This Christmas was the first time ever that I listened to an audiobook. It came handy in my pre-Christmas cooking frenzy. I like the novelty of an audiobook.
I can listen to it while cooking or ironing, or, if it stops raining, while going for a walk.
The book, written by Kate Williams is called “Ambition and Desire: The Dangerous Life of Josephine Bonaparte.”
It was fascinating. Somehow, I never knew much about Napoleon Bonaparte apart from the military history we learnt at school. I hardly knew anything about Josephine.
For a Philistine like me, fiction always works better for my history education.
I was surprised by a lot of things. About Bonaparte- how he almost became a novelist, his intelligence, his insecurities, and his totally pragmatic and amoral attitude to life. He was not a likeable man, but this book somehow transformed him in my eyes from a pompous little man to somebody who really was quite an interesting character. Flawed, pompous, arrogant, self-centred, but also brilliant in many ways.
It was fun to observe Josephine ‘s transformation from plump naïve colonial from Martinique to a sophisticated, sexually alluring and experienced Parisian. The interesting learning curve and how it happened. And see how badly women were treated, and how they coped with wit and manipulation. The open monetary rewards ladies of the society demanded for sexual favours. The book talks about sex, and it is all written in a slightly sarcastic, clever way.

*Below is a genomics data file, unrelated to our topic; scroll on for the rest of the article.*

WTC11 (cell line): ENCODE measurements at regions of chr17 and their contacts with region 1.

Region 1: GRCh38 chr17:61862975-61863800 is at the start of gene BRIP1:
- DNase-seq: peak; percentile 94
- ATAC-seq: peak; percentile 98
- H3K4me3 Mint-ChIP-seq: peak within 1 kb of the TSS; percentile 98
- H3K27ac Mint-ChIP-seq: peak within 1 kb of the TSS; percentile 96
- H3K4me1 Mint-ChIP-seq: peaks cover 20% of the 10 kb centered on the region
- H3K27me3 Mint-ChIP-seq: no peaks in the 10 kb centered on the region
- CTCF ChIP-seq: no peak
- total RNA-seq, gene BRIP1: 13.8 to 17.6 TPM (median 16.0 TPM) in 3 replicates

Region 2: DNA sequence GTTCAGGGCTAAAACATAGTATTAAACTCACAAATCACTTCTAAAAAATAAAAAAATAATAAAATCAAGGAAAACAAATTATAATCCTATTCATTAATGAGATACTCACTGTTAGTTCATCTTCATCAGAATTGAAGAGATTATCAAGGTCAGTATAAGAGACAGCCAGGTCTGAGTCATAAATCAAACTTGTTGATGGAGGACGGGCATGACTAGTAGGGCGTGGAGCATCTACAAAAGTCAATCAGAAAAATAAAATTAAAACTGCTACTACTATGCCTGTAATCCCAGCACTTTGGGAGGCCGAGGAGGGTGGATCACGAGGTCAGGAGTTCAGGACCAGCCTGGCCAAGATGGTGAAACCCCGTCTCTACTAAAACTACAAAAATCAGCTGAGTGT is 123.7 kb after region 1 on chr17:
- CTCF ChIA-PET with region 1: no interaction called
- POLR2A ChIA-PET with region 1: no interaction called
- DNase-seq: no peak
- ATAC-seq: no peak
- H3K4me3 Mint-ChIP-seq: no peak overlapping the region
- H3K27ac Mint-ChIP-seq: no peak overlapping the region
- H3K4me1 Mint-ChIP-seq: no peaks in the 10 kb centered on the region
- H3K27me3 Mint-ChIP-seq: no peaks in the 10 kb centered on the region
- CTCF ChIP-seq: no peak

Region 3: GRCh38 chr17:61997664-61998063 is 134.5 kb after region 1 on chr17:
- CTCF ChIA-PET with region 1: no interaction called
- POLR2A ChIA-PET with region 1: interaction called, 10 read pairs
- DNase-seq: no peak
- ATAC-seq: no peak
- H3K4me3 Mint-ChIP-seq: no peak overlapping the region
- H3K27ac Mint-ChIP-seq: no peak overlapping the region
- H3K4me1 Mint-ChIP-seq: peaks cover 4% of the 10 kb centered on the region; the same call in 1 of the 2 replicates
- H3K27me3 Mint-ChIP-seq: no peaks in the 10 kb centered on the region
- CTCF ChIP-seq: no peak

Josephine is an interesting character, too. Forgive me of being ego-centric, but her sexual revolution reminded me of that different sexual revolution of Lucie, the heroine of my book.
The horrors of the revolution did not surprise me too much.
What surprised me was how loose the morals were in the “Thermidor” era- after Robespierre death. Parties with orgies, women stripping in public, completely, and all those lovers… It was interesting and reminded me of Catherine Millet and those orgies she described in her book “The Sexual Life of Catherine M.”, a book about a time almost two centuries after the Bonaparte era.
I found the fact that on paper women had no power, but in real life, they often did, fascinating.
The book touched on women’s rights. To my surprise, Napoleon made changes in the laws that turned women into helpless almost minors, their fathers or husbands completely in charge of their fate.
A man could divorce a wife for infidelity. A wife could only divorce her husband on grounds of infidelity if he brought his lover to live in the same household as his wife!
Of course, there are still a lot of double standards around (just read my book), but I am definitely glad I was borne in the 20th century!
There were many other things that surprised me.
The fact that Josephine Bonaparte was spending money on luxuries in a way that makes her predecessor Marie Antoinette look almost modest.
Her attitude to animals and plants. At her palace at Château de Malmaison, she had the first zebra in Europe, and a female orangutan that slept in a bed and ate with knife and fork. Her interest in horticulture, importing plants.
Her kindness to others, disgraced aristocrats, poor people. She was a reckless spendthrift, but also a generous donor.
And despite her frequent infidelities, a true love for Napoleon. In a way, despite divorcing her to marry an Austrian princess, Napoleon never stopped loving Josephine either.
It was fun cooking and being transported into France in the 18th and early 19th century while still using all those modern gadgets in my kitchen!
The book was witty and amusing, but I also learnt something about history and life in France before, during and after French revolution and I cooked lots of nice food appreciated by my family and guests.
Win Win Win situation, if you ask me.